No Keto for athletes

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    It’s that one diet that has got everyone talking about and a lot of followers both in the form of celebrities and laypersons as well. The Ketogenic Diet almost seems to have gained a cult following of sorts. But just like there are two sides to a coin, the diet has many people singing its praises and advocating it, on the other hand there are health experts who are expressing concerns about this extreme diet and shedding light on its pitfalls. Now, a new research says that athletes shouldn’t follow this diet as it hampers their performance.

    The study

    A study found that just four days after banishing carbohydrates, a sportsperson’s running distance is reduced by 15 per cent and their strength by up to seven per cent. The study analysed 16 adults who underwent exercise training after four days of following a Keto Diet. Cycling and high-intensity interval training was included in the exercise regimen. According to the researchers, it’s unclear exactly why this occurs, keto diets are thought to affect people’s anaerobic energy.

    Study author Dr Edward Weiss, Saint Louis University, US, said, “This diet is especially hot among people who are trying to optimise their health. What this study tells me is that athletes should be advised to avoid these diets. The Keto Diet forces the body to burn fat, rather than carbohydrates, for energy, which effectively starves it of carbs but not calories.

    Findings also apply to non-athletes 

    Dr Weiss further adds, “You might say that this doesn’t relate to me. But for someone with low fitness, they use this same metabolism to get up the stairs. Everyday people use this kind of metabolism without realising it. Yet, certain individuals may benefit. Patients who have epilepsy benefit from this diet. For those with abnormal cell metabolism that causes seizures, causing cells to feed on ketones instead can be helpful.”

    Expert speak

    The Keto Diet can help athletes control their body weight and reduce body fat percentage while maintaining the muscle mass necessary for weight-sensitive sports. But there have been lot more negatives than positives for athletes who follow Keto Diet, opines Prateek Dabholkar, senior trainer, Prosport Fitness Centre, who has played cricket professionally.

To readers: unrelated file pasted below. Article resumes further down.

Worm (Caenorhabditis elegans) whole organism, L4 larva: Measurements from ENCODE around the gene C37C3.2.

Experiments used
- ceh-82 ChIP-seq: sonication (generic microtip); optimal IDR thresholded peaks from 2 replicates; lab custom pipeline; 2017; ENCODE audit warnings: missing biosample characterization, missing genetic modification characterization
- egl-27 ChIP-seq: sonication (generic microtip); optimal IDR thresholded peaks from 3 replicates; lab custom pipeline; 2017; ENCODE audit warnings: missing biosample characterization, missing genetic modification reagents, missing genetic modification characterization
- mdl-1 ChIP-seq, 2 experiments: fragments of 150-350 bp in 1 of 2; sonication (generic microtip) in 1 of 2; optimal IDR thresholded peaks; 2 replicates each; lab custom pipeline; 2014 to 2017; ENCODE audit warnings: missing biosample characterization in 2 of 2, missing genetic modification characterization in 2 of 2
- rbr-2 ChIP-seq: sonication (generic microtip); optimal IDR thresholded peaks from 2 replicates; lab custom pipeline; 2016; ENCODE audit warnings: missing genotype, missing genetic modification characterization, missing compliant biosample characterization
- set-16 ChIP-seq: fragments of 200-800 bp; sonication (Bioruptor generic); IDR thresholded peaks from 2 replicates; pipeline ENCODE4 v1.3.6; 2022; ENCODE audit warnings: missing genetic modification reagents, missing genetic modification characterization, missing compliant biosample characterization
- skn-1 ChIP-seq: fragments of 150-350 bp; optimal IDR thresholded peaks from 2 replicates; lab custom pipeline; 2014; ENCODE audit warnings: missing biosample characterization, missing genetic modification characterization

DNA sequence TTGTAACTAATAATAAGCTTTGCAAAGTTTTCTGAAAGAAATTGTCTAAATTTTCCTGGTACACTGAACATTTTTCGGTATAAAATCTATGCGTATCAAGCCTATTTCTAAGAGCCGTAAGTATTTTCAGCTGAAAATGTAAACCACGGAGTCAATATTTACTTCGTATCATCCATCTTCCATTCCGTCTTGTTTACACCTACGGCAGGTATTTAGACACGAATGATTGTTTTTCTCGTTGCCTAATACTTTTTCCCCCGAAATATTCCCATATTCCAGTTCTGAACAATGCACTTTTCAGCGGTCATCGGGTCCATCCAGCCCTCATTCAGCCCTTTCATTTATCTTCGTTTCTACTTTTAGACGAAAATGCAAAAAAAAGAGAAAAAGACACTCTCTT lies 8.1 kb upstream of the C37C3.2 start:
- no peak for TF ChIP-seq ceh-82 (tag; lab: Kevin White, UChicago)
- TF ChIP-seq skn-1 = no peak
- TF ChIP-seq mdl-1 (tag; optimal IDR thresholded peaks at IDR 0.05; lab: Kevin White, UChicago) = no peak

Dabholkar explains, “Levels of free fatty acids and ammonia in the blood goes very high, which results in impaired metabolism and central nervous system fatigue. Several months are required for an athlete to see positive metabolic changes and muscle glycogen to occur. Before starting on a Keto Diet, an adaption period of several months is recommended in order for endurance athletes to improve their exercise performance. Without long-term adaptation to the diet, an athlete would experience adverse effects including reduced muscle glycogen, hypoglycemia, and impaired athletic performance. Also, post adaptation there hasn’t been too much difference between the performance of endurance athletes who go Keto and those who don’t. So I won’t really  recommend the Ketogenic Diet for athletes to improve their performance as it takes several months to adapt to the diet and one’s performance will be badly affected during this period.”

    The downside 

    Luke Coutinho, Integrative and Lifestyle Medicine — Holistic Nutrition, gives his share of reasons. Keto Diet can negatively affect the performance of an athlete because there is no source of instant energy or quick digesting carbohydrates in their pre-training as well as post-training meals. Any exercise that requires explosive movements like HIIT, Tabata, CrossFit, sprinting, jumping ropes are affected if one is following a Keto Diet. This is irrespective of being an athlete or a non-athlete because both run on same metabolic pathways.

    “Secondly, athletes train heavy. Heavy training requires one to have sufficient crabs pre and post-training because that is what fuels muscles first in the form of glycogen. Lack of enough glycogen can cause extreme fatigue and loss of energy often referred to as ‘bonking’, dizziness and hallucinations. Thirdly, athletes go through a lot of muscle wear and tear. When it comes to muscle repair and building muscle, the Keto Diet fails because the sheer process of muscle gain and muscle repair requires energy that comes from carbohydrates. Apart from this, the Keto Diet is also quite vitamin and mineral deficient, impairs sleep and mood and can strain kidneys which at some point can affect an athlete’s performance,” adds Countinho.

    Although the Keto Diet gives a sustained energy and helps shed extra kilos however, it’s not adequate to perform a high intensity workout that requires carbohydrates for fuel and this leads to a dip in performance, says Dr Deepti Bagree, Head of Department, Healthcare, RESET — Holistic Living Concepts. She adds, “The demand of oxygen to derive energy from fat is 20 per cent extra than burning carbohydrates for energy and this affects the endurance, however, it’s a good idea to be on periodic Keto Diet during an off season and then switching to high carbohydrates during on season giving a boost to power and endurance.”dnaindia

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